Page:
It appeared at oral argument that Debtors claim, and the City denies, that they do not have an explicit list of what remains to be done to cure any violations and bring the Debtors into compliance with the Special Permit. Pre-trial discovery, which should be conducted under the supervision of Judge Hardin, in view of the close relationships between this case and the pending Adversary Proceedings, should resolve this issue. Plaintiffs argued the situation is "kafka-esq". This cannot be. Debtors are entitled to a clear and concise list of what they must do, today, to cure the *312 claimed violations, and on receipt of such a list, must do it with dispatch.
The Unsecured Creditors Committee argues that a deposition taken recently revealed that the City has a vested interest in putting the Plaintiffs out of business and taking their realty by eminent domain. The Unsecured Creditors point out that the police and regulatory power only concerns health and safety. Because there has been no evidence of an endangerment of human health, or any enforcement action by the New York State Department of Environmental Conservation, the City may not use its enforcement powers in aid of acquiring the property, by creating a reduction in the appraised value which would follow as a matter of course if the permit is lifted. The City denies any such machination and the Court accepts the denial.
This Court can and should enjoin activity that threatens the reorganization process. "It is beyond dispute one of the key principles of Chapter 11 of the Bankruptcy Code . . . is to provide a debtor with relief from creditor pressure and litigation during a period in which it can attempt to marshal its assets, negotiate with its creditors and formulate a reorganization plan." In re P.J. Clarke's Restaurant Corp. and D.L. Restaurant, Inc., 265 B.R. 392, 401-02 (Bankr.S.D.N.Y.2001). Plaintiffs are in the process of confirming a plan which they have promised to the Bankruptcy Court within the next 120 days.
After pre-trial discovery is concluded and this case is trial ready, the Court will confer with counsel for the parties and also with Judge Hardin to determine by whom the removed case should be tried. The Court notes that the mere fact that plaintiff[s'] claim raises an issue of state law, rather than a purely federal issue, does not preclude a finding that the adversary proceeding is core. In re Rosalind Gardens Assoc., 158 B.R. 15, 17 (S.D.N.Y.1993). See also 28 U.S.C. Section 157(b) (3) ("determination that a proceeding is not a core proceeding shall not be made solely on the basis that it a resolution may be affected by State law.") Were this Court to conclude that this a non-core proceeding, it would be "otherwise related" to the bankruptcy action under Section 157(c) (1) and the bankruptcy judge could try the case on consent of the parties, or in the absence of consent, the reference could be withdrawn and the case tried by this Court, 28 U.S.C. §§ 157(c) and (d). In re Rosalind Gardens Assoc., 158 B.R. at 18.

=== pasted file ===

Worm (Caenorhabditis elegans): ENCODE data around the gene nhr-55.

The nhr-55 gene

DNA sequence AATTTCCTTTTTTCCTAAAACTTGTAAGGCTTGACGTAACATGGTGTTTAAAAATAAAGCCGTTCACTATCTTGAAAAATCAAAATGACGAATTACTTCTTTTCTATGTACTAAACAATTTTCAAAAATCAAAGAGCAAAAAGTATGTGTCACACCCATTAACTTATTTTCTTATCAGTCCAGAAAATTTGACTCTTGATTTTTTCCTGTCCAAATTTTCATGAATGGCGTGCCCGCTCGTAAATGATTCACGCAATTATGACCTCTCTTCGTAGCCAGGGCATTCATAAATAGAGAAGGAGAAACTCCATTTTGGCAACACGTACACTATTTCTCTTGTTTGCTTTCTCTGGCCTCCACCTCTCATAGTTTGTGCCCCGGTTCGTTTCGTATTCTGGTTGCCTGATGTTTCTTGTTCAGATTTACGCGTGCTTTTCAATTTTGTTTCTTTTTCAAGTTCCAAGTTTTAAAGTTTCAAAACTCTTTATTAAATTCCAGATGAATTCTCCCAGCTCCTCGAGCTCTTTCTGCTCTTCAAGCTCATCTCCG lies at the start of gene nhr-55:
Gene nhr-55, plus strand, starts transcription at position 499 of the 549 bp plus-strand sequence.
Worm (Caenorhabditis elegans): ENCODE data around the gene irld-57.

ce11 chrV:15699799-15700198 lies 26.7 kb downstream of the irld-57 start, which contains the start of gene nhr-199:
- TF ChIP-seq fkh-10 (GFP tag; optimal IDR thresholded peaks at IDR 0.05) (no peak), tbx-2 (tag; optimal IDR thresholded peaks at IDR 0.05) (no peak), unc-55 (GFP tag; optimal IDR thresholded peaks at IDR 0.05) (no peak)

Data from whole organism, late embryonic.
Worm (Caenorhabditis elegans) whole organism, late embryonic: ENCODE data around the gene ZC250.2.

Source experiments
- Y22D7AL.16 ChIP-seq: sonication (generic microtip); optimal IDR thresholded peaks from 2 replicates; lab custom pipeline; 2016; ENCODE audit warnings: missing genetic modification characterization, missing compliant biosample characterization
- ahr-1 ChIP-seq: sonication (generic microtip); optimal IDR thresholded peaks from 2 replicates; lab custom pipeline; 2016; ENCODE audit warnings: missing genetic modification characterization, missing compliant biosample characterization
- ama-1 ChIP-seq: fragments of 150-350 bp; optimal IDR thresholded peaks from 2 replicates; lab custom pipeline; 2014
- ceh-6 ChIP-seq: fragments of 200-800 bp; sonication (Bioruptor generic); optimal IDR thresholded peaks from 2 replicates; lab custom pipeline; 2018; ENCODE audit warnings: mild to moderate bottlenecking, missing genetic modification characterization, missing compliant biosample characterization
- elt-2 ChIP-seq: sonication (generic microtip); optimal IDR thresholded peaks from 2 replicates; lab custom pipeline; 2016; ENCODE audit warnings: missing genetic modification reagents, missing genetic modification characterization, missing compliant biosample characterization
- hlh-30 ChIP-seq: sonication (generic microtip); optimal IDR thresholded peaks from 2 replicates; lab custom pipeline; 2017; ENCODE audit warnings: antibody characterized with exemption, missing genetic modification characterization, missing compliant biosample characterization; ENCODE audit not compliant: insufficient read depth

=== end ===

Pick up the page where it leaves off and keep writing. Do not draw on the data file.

The Defendants' motion filed May 6, 2003 is denied in all respects. Plaintiffs' motion for preliminary injunctive relief is granted. Defendants are enjoined pending further order of this Court or the Bankruptcy Court from terminating the Special Permit, provided Plaintiffs proceed diligently and to the satisfaction of the Bankruptcy Court in curing any violations of the Special Use Permit, and refrain from creating new ones. Whether the removed case should be consolidated with the prior adversary Proceeding is deferred for resolution when the matter is trial ready, as is the issue of whether the case should be tried as a bench trial in the District Court, or before Bankruptcy Judge Hardin.
The matter is respectfully referred to the Hon. Adlai S. Hardin, United States Bankruptcy Judge to supervise all pre-trial proceedings, including the generation of a *313 complete list of deficiencies under the Special Use Permit. Subject to such other or different directions which the Bankruptcy Court may make, Counsel are directed to complete all pre-trial proceedings by October 1, 2003.
A final case management conference will be held before this Court on October 3, 2003 at 9:00 a.m.
 Were any such scheme afoot it is reasonable to assume that the Debtors or the Creditors' Committee would also remove the Condemnation case to this Court under 28 U.S.C. §§ 1452(a) and 1334(b).